DEFINITION of 'Fixed-Interest Security'
A debt instrument such as a bond, debenture or gilt-edged bond that investors use to loan money to a company in exchange for interest payments. A fixed-interest security pays a specified rate of interest that does not change over the life of the instrument. The face value is returned when the security matures.
BREAKING DOWN 'Fixed-Interest Security'
Fixed-interest securities are less risky than equities, since in the event that a company is liquidated, bondholders are repaid before shareholders. However, bondholders are considered unsecured creditors and may not get any or all of their principal back.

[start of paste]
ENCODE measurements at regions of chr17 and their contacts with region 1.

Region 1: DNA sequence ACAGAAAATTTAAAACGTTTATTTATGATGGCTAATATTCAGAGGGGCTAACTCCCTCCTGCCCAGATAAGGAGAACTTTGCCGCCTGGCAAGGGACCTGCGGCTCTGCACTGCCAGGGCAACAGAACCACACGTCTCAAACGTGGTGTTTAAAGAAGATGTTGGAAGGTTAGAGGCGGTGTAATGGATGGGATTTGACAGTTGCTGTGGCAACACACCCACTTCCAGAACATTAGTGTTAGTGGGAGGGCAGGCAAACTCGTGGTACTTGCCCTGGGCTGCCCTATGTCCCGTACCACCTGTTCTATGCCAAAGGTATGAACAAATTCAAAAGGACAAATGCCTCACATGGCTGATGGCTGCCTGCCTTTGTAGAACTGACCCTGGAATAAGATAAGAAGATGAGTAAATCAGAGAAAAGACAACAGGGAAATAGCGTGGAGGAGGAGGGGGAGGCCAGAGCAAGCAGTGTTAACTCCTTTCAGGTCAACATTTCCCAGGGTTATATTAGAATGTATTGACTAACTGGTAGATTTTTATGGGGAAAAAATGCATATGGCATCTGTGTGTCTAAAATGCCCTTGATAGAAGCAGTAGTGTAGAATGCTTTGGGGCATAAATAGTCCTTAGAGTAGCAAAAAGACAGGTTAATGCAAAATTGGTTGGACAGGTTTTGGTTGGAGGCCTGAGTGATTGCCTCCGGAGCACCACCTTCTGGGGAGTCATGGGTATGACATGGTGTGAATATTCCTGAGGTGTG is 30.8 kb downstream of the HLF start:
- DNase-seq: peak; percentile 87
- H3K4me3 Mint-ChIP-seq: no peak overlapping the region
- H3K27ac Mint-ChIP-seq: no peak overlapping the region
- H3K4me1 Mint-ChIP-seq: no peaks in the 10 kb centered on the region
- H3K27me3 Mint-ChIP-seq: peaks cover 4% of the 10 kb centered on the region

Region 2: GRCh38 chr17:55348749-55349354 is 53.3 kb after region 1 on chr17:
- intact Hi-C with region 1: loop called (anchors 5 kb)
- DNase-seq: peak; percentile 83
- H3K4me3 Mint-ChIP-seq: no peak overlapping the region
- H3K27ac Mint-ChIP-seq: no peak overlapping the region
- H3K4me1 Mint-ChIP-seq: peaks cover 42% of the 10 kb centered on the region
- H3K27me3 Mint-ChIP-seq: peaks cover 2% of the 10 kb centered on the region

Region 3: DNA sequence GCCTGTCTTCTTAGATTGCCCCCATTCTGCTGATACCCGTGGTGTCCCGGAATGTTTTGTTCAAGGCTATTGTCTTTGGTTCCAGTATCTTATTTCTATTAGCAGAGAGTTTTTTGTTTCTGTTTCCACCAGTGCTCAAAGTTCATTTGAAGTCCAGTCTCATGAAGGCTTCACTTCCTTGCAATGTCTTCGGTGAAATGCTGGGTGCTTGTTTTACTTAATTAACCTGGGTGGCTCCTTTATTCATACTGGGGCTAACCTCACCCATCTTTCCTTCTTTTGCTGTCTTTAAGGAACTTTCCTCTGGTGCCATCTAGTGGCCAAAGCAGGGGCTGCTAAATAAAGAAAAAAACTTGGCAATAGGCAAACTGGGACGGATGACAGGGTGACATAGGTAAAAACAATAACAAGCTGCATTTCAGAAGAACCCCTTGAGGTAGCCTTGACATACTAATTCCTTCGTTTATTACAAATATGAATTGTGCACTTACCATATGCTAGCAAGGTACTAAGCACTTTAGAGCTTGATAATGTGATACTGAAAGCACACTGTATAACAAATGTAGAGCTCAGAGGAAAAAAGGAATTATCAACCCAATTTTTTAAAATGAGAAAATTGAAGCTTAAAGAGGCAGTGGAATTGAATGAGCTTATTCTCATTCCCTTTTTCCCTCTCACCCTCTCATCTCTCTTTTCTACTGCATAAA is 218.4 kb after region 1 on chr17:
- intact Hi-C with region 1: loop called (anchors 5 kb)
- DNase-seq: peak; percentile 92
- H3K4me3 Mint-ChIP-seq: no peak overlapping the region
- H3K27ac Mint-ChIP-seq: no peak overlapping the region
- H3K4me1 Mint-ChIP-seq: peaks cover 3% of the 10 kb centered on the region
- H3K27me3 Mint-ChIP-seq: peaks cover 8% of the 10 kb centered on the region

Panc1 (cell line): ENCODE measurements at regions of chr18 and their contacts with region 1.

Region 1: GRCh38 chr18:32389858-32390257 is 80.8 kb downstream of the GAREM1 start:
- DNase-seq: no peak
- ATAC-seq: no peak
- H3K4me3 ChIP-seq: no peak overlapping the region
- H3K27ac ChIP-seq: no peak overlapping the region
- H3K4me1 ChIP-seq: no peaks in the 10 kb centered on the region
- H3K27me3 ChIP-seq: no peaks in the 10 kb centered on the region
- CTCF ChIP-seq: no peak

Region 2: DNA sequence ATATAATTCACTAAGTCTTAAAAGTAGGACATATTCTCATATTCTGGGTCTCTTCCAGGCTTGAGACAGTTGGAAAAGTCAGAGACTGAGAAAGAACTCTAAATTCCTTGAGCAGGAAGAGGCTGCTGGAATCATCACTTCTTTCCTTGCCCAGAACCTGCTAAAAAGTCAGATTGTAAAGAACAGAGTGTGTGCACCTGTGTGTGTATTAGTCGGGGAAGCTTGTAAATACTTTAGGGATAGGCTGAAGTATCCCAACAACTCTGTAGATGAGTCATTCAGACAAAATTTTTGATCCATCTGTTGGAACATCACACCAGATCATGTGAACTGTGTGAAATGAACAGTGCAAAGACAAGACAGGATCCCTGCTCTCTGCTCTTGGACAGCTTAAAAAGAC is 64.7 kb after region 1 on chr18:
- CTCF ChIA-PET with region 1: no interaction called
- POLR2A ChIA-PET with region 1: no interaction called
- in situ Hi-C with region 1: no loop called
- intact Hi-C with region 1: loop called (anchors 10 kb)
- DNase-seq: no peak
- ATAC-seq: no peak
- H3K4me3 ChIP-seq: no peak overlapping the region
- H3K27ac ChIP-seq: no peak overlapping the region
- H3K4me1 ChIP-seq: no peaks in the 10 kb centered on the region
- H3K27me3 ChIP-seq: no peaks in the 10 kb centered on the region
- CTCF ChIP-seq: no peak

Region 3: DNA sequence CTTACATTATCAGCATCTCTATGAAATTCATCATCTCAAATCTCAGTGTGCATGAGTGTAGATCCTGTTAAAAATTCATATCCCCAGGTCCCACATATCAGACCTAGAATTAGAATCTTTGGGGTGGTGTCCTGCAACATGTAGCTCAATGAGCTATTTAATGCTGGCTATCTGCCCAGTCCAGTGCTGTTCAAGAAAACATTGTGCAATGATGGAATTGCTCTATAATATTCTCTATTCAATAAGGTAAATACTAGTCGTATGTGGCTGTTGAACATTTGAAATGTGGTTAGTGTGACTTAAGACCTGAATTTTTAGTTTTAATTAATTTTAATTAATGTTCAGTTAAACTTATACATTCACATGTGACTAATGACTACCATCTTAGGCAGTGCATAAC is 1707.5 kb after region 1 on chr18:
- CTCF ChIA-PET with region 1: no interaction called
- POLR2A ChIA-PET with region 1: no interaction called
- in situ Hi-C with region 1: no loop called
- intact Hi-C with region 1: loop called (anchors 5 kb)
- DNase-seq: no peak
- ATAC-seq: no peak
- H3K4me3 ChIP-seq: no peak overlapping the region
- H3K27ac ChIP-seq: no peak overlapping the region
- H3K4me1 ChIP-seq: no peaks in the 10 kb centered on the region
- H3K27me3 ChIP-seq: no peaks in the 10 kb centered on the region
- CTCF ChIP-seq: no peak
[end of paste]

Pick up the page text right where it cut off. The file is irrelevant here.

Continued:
Fixed-interest securities are also subject to interest-rate risk. Since their interest rate is fixed, these securities will become less valuable as rates go up in a rising-interest-rate environment. If interest rates fall, however, the fixed-interest security becomes more valuable.